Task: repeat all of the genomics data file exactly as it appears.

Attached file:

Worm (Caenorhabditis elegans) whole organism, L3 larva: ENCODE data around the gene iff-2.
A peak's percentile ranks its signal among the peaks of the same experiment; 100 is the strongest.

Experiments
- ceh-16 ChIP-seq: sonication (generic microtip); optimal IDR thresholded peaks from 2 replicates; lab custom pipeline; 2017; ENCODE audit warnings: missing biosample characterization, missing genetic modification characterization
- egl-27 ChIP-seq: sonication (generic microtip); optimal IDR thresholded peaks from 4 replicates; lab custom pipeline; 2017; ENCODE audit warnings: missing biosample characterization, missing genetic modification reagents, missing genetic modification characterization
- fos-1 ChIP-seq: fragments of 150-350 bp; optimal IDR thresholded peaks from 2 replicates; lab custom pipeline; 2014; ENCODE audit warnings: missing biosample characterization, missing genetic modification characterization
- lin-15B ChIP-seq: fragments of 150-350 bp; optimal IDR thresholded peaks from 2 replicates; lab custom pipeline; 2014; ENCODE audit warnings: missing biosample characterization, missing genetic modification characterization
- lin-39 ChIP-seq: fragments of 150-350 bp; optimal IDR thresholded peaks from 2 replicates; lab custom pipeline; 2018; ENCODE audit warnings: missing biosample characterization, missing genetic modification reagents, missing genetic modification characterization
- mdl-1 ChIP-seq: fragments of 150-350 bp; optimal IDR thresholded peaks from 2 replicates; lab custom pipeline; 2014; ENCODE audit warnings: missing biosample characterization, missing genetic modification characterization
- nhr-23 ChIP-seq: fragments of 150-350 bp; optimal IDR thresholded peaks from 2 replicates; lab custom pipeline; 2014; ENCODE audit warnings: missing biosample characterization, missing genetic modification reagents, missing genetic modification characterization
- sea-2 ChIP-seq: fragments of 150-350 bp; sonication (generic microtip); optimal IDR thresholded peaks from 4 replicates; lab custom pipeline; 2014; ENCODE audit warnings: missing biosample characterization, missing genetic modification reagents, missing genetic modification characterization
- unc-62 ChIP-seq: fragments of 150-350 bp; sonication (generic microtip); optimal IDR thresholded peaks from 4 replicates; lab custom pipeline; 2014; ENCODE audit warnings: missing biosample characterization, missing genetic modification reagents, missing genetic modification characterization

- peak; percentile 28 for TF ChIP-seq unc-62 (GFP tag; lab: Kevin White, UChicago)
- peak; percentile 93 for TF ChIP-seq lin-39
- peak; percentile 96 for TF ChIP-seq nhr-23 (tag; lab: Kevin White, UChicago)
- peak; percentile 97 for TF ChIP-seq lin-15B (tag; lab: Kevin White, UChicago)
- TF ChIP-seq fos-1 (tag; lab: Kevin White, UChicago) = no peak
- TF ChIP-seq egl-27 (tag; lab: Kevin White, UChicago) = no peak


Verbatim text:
Worm (Caenorhabditis elegans) whole organism, L3 larva: ENCODE data around the gene iff-2.
A peak's percentile ranks its signal among the peaks of the same experiment; 100 is the strongest.

Experiments
- ceh-16 ChIP-seq: sonication (generic microtip); optimal IDR thresholded peaks from 2 replicates; lab custom pipeline; 2017; ENCODE audit warnings: missing biosample characterization, missing genetic modification characterization
- egl-27 ChIP-seq: sonication (generic microtip); optimal IDR thresholded peaks from 4 replicates; lab custom pipeline; 2017; ENCODE audit warnings: missing biosample characterization, missing genetic modification reagents, missing genetic modification characterization
- fos-1 ChIP-seq: fragments of 150-350 bp; optimal IDR thresholded peaks from 2 replicates; lab custom pipeline; 2014; ENCODE audit warnings: missing biosample characterization, missing genetic modification characterization
- lin-15B ChIP-seq: fragments of 150-350 bp; optimal IDR thresholded peaks from 2 replicates; lab custom pipeline; 2014; ENCODE audit warnings: missing biosample characterization, missing genetic modification characterization
- lin-39 ChIP-seq: fragments of 150-350 bp; optimal IDR thresholded peaks from 2 replicates; lab custom pipeline; 2018; ENCODE audit warnings: missing biosample characterization, missing genetic modification reagents, missing genetic modification characterization
- mdl-1 ChIP-seq: fragments of 150-350 bp; optimal IDR thresholded peaks from 2 replicates; lab custom pipeline; 2014; ENCODE audit warnings: missing biosample characterization, missing genetic modification characterization
- nhr-23 ChIP-seq: fragments of 150-350 bp; optimal IDR thresholded peaks from 2 replicates; lab custom pipeline; 2014; ENCODE audit warnings: missing biosample characterization, missing genetic modification reagents, missing genetic modification characterization
- sea-2 ChIP-seq: fragments of 150-350 bp; sonication (generic microtip); optimal IDR thresholded peaks from 4 replicates; lab custom pipeline; 2014; ENCODE audit warnings: missing biosample characterization, missing genetic modification reagents, missing genetic modification characterization
- unc-62 ChIP-seq: fragments of 150-350 bp; sonication (generic microtip); optimal IDR thresholded peaks from 4 replicates; lab custom pipeline; 2014; ENCODE audit warnings: missing biosample characterization, missing genetic modification reagents, missing genetic modification characterization

- peak; percentile 28 for TF ChIP-seq unc-62 (GFP tag; lab: Kevin White, UChicago)
- peak; percentile 93 for TF ChIP-seq lin-39
- peak; percentile 96 for TF ChIP-seq nhr-23 (tag; lab: Kevin White, UChicago)
- peak; percentile 97 for TF ChIP-seq lin-15B (tag; lab: Kevin White, UChicago)
- TF ChIP-seq fos-1 (tag; lab: Kevin White, UChicago) = no peak
- TF ChIP-seq egl-27 (tag; lab: Kevin White, UChicago) = no peak